Iraq's main Sunni Arab political party on Wednesday demanded an international investigation into allegations that security forces illegally detained and tortured suspected insurgents at secret jails in Baghdad.
Omar Heikal of the Iraqi Islamic Party said it was now clear that majority Shiites in the U.S.-backed government were trying to suppress minority Sunnis head of the Dec. 15 parliamentary elections. "Our information indicates that this is not the only place where torture is taking place," he said, reading an official party statement. The party "calls on the United Nations, the Arab League and humanitarian bodies to denounce these clear human rights violations and we demand a fair, international probe so that all those who are involved in such practices will get their just punishment."
Prime Minister Ibrahim al-Jaafari confirmed Tuesday that more than 173 Interior Ministry prisoners were found malnourished and possibly tortured by government security forces at a Baghdad lockup.
Al-Jaafari's comments came a day after an Iraqi Interior Ministry official said an investigation will be opened into allegations that Interior Ministry officers tortured suspects detained in connection with the insurgency.
"I was informed that there were 173 detainees held at an Interior Ministry prison and they appear to be malnourished. There is also some talk that they were subjected to some kind of torture," al-Jaafari told reporters.
Pentagon spokesman Bryan Whitman said U.S. and Iraqi forces went into the facility in Baghdad suspecting that individuals there might not have been appropriately handled or managed, and "they found things that concerned them."
Tariq al-Hashimi, the secretary-general of the Iraqi Islamic Party, held up photos of the bodies of people who appear to have been subjected to torture and said: "This is what your Sunni brothers are being subjected too."
He said his group had sent complaints in the past the government, but without response.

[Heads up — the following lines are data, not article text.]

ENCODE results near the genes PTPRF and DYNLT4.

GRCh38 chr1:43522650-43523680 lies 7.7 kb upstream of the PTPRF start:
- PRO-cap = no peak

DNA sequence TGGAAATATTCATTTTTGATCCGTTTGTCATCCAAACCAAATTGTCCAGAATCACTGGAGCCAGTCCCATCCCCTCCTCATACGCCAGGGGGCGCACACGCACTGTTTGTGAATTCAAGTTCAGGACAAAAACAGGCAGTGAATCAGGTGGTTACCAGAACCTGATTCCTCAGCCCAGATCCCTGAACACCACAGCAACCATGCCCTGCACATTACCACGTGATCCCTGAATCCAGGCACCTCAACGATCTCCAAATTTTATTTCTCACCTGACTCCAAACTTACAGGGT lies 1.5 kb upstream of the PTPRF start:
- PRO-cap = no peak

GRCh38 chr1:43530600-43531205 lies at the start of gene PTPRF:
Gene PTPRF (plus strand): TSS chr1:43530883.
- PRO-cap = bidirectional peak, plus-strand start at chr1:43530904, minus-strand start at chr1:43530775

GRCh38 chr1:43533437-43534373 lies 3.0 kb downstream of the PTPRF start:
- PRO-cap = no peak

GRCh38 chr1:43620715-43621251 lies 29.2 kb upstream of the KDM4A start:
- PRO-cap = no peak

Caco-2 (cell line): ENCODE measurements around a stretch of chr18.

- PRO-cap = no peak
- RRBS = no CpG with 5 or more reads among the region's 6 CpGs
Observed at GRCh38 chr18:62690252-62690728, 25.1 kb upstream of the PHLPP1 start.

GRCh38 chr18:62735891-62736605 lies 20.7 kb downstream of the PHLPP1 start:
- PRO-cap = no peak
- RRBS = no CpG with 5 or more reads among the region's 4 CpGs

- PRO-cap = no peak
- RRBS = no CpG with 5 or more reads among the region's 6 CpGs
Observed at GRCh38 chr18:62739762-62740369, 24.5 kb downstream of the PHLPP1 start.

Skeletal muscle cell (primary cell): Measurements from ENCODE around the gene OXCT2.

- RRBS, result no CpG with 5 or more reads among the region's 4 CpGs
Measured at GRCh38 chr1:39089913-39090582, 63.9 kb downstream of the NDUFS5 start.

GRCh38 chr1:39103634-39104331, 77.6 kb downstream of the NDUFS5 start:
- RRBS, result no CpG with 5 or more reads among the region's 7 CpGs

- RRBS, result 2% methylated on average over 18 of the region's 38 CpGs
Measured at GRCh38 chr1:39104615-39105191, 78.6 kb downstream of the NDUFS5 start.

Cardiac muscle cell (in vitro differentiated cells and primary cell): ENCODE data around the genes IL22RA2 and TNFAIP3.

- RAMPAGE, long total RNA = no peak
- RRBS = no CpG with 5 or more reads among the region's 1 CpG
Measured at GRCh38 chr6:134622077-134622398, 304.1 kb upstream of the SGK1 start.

"We told them that if you don't have information, then where are our brothers who were kidnapped by people wearing your uniforms, using your telecommunication equipment and driving your cars," he said. He said that if the investigation proves that the interior minister was involved, then he should resign. He also said the country's top Shiite cleric, Grand Ayatollah Ali al-Sistani, should "condemn these acts and stop covering" for the Shiite minister.
Saad Farhan, a 40 year-old trader in Ramadi, said his brother and cousin were detained by interior ministry forces and that some detainees were taken to building raided by U.S. forces.
"Some government officials want to keep the Sunnis away from the next elections by terrorizing us," Farhan said. "We believe that Iran's agents are behind it because a normal and genuine Iraqis never do this."
Many Sunnis suspect Shiites of being allies of Iran. The U.N. Assistance Mission in Iraq issued a report on Monday depicting a bleak picture of the Iraqi legal system.
"Massive security operations by the Iraqi police and Special Forces continue to disregard instructions announced in August 2005 by the Ministry of the Interior to safeguard individual guarantees during search and detention operations," the report said.
Near the Syrian border Tuesday, U.S. and Iraqi forces swept through most of an insurgent stronghold, encountering pockets of fierce resistance, destroying five unexploded car bombs and killing at least 30 guerrilla fighters, the U.S. command reported.
"Intelligence reports indicate that the strong resistance to the Iraqi and coalition push into the city is due in large part to the fact that insurgents believe they are trapped and have nowhere else to go," the military report said of the border operation.
The U.S.-Iraqi attack on Obeidi was the latest stage of an offensive to clear al-Qaida-led insurgents from towns and cities in the Euphrates River valley near the border with Syria and seal off an infiltration route for foreign fighters sneaking into Iraq.
U.S. officials have said the Euphrates Valley campaign is also aimed at encouraging Sunni Arabs to vote in the Dec. 15 parliamentary elections without fear of insurgent reprisals. The Bush administration hopes a successful election will encourage many in the Sunni community to abandon the insurgency.
Separately, three U.S. Army soldiers were killed Tuesday in a roadside bombing near Baghdad, the U.S. command said. A U.S. Marine was also killed Tuesday when a car bomb exploded near Karmah, 80 kilometers (50 miles) west of Baghdad, another statement said.
That brought to at least 2,074 the number of U.S. service members who have died since the beginning of the Iraq war in March 2003, according to an Associated Press count. Also Tuesday, a Pentagon spokesman acknowledged that U.S. troops used white phosphorous as a weapon against insurgent strongholds during the battle of Fallujah last November. The spokesman, Lt. Col. Barry Venable, denied an Italian television news report that the spontaneously flammable material was used against civilians, reports the AP. I.L.
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